He said he supports some of the bill's provisions, but said those benefits were outweighed by the measure's threat to civil liberties and should be addressed in separate legislation.

Case said 14 provisions have not been controversial. The remaining two, access to business records and roving wiretaps, have been essential tools for law enforcement.

"I believe the amended Patriot Act properly balances our collective need to protect ourselves against the reality of terror with our collective commitment to individual rights," he said.

Included in the House-Senate accord is a measure to restrict and record the sale of products necessary to cook methamphetamine, including ingredients in many cold medicines. If passed, the act would also give $99 million a year for five years to arrest and prosecute dealers and traffickers, plus $20 million for two years to help children affected by the meth trade.

(by the way, I'm not Mr. Hodges. I'm Ms. Chan Hodges.)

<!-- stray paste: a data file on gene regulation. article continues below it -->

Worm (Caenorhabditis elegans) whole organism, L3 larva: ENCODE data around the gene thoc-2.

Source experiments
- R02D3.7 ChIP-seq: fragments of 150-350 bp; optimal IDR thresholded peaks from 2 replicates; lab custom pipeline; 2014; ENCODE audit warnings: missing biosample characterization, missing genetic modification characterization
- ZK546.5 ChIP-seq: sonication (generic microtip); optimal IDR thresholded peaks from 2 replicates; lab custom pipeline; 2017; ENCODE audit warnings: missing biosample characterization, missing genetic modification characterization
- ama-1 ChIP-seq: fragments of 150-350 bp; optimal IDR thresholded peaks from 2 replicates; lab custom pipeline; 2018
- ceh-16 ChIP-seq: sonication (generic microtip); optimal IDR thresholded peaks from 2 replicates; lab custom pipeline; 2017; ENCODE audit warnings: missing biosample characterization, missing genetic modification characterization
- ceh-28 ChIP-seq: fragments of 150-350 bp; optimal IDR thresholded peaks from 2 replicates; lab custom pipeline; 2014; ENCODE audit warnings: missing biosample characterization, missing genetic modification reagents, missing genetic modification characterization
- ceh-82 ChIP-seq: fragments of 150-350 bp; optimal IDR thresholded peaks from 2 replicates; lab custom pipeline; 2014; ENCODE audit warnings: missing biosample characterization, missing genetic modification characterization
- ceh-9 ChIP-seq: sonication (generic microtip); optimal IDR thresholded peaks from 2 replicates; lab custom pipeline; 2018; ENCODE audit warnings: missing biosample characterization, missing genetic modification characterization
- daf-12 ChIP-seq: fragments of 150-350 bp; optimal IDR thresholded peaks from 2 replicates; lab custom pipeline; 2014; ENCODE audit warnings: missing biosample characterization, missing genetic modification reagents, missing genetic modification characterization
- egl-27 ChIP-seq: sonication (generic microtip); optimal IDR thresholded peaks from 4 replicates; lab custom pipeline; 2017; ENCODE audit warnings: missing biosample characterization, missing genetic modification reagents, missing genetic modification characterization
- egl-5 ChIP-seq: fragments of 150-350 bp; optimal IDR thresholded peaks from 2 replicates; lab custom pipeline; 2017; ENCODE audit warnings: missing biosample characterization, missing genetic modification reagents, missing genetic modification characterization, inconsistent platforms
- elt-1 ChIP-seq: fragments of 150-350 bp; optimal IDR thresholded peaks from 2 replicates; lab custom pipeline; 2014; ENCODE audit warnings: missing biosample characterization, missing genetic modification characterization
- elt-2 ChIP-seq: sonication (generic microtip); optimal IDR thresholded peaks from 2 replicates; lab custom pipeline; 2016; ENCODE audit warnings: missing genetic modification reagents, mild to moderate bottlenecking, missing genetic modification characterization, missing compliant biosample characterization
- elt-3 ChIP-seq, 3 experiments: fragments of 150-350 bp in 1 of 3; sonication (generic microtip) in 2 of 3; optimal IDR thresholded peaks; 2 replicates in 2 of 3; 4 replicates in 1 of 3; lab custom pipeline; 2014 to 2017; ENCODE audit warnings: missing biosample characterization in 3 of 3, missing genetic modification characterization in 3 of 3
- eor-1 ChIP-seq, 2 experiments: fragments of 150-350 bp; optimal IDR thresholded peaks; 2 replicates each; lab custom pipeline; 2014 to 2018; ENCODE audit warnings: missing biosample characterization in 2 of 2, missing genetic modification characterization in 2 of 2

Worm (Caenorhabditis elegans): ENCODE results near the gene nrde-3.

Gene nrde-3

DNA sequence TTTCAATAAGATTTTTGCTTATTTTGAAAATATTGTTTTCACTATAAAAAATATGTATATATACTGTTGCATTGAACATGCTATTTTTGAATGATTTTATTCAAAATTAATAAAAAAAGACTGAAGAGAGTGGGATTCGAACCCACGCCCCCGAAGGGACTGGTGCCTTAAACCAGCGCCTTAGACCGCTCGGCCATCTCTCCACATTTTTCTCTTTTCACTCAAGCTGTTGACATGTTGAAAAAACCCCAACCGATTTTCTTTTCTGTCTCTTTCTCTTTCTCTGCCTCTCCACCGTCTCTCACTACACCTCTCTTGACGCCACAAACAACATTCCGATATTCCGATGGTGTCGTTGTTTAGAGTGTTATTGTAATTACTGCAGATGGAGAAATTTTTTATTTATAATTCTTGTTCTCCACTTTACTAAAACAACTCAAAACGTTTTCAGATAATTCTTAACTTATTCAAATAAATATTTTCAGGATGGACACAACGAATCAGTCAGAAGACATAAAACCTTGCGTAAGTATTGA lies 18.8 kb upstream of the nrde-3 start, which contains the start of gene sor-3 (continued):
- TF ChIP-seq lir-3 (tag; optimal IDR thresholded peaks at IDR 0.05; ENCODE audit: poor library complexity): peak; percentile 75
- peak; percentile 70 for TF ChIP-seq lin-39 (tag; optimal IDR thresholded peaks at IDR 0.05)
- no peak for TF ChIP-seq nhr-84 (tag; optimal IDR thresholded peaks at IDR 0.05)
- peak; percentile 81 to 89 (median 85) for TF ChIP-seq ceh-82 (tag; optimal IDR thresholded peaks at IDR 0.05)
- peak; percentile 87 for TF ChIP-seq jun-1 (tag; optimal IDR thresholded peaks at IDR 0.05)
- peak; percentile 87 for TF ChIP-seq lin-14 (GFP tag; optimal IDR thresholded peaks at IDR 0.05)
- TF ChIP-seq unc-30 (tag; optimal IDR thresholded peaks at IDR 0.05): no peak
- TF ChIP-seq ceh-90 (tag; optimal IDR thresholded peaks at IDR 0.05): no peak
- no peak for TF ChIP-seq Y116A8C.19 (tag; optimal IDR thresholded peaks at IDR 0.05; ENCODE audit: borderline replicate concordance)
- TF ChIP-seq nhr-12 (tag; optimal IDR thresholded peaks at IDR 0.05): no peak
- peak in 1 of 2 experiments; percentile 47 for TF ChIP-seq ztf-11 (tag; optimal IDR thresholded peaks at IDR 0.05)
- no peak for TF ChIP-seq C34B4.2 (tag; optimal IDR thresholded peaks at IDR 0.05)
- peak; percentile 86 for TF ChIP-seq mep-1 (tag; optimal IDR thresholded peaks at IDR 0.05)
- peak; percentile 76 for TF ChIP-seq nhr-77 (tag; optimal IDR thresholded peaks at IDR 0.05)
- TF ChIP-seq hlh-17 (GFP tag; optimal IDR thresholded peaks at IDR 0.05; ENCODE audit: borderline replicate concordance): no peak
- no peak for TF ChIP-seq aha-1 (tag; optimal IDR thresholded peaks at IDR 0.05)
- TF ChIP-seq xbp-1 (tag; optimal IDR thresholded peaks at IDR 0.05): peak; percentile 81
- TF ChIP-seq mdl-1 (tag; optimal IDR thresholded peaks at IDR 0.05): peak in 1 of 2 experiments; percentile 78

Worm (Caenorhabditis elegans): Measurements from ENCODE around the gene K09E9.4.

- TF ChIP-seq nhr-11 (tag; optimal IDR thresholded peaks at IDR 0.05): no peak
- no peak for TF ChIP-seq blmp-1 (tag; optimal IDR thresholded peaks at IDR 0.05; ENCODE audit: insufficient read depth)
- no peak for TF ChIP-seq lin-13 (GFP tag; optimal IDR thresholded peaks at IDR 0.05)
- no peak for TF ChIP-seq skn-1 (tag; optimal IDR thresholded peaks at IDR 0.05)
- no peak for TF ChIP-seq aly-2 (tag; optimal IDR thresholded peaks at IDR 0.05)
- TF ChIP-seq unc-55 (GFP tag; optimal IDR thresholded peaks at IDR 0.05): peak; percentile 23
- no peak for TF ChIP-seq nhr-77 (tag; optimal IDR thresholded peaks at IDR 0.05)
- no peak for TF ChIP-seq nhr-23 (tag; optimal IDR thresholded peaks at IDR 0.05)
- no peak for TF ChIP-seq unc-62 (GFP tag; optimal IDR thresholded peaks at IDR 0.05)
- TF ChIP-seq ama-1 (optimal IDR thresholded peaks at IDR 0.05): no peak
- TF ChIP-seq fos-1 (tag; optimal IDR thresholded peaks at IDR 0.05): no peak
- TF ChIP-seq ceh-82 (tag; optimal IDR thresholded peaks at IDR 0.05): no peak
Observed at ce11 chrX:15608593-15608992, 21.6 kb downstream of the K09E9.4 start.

Posted by: Shay | May 19, 2006 2:39 AM | Report abuse

Thanks for the great primer, Chris, "under the radar" indeed. This race has received too scant attention, even in Hawaii, where it is pivotal.

Readers should beware of casual innuendo, particularly Mr. Hodges's (who honestly, respectfully disclosed his party activity, allowing followers to consider his remarks accordingly). His second point is just flat-out untrue, easily provable by the fact that Mr. Case was not even in Congress at the times of the votes he "cites." The Democrat establishment certainly was solidly behind then-Lt. Gov. Hirono four years ago, and that was the only condition providing sustenance to and what little success could be enjoyed by such a pathetic campaign and candidacy, which bellowed the same vague, always undefined code words of "values [that] reflect those of the people of Hawaii." Just what are these "values," and what politician for a minute can claim a monopoly or any special clairvoyance as to what those "values" are at any one time? That expression should be left to the voters.